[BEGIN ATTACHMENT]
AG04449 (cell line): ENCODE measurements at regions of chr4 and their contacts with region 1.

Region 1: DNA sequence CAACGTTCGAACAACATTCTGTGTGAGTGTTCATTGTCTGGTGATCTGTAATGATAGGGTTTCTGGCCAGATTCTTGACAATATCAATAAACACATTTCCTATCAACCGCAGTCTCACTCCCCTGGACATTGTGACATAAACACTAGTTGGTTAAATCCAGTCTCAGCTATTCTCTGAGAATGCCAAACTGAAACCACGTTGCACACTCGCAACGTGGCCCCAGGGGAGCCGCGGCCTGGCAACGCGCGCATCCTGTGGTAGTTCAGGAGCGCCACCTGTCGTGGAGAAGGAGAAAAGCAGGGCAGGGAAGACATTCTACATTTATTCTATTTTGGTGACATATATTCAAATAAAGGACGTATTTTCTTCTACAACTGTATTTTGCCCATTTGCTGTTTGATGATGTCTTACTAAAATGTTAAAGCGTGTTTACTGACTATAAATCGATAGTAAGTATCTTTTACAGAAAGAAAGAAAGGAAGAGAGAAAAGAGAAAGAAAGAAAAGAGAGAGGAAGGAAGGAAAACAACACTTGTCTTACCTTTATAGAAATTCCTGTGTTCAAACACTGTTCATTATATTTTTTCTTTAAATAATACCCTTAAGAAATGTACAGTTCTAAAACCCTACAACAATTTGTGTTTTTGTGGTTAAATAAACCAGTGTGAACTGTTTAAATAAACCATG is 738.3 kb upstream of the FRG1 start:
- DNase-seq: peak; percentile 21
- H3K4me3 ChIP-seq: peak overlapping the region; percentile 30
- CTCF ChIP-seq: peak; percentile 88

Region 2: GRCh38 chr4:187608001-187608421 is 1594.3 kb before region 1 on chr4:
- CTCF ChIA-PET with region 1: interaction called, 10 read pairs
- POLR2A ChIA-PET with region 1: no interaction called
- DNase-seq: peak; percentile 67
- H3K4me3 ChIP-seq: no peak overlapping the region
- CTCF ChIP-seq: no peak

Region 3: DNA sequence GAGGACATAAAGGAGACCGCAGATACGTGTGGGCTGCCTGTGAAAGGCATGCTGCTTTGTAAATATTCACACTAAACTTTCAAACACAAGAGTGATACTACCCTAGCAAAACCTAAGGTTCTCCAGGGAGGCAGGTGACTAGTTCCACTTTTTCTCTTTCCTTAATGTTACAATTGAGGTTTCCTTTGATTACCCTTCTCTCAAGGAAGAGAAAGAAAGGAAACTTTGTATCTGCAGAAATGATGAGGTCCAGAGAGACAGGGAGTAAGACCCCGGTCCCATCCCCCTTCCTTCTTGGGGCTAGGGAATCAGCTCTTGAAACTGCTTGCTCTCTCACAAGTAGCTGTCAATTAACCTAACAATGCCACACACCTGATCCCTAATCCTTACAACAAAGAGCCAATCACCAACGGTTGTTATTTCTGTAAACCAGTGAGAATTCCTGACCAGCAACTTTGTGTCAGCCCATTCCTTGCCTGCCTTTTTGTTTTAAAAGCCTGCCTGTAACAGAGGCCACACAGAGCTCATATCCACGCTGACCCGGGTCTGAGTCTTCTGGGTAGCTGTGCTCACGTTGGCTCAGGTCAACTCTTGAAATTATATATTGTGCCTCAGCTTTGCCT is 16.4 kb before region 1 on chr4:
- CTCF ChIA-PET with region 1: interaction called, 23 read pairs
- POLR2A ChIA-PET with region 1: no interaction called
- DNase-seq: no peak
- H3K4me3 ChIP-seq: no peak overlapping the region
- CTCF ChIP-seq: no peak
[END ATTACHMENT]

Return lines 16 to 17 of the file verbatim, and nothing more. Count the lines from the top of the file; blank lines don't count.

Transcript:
- H3K4me3 ChIP-seq: no peak overlapping the region
- CTCF ChIP-seq: no peak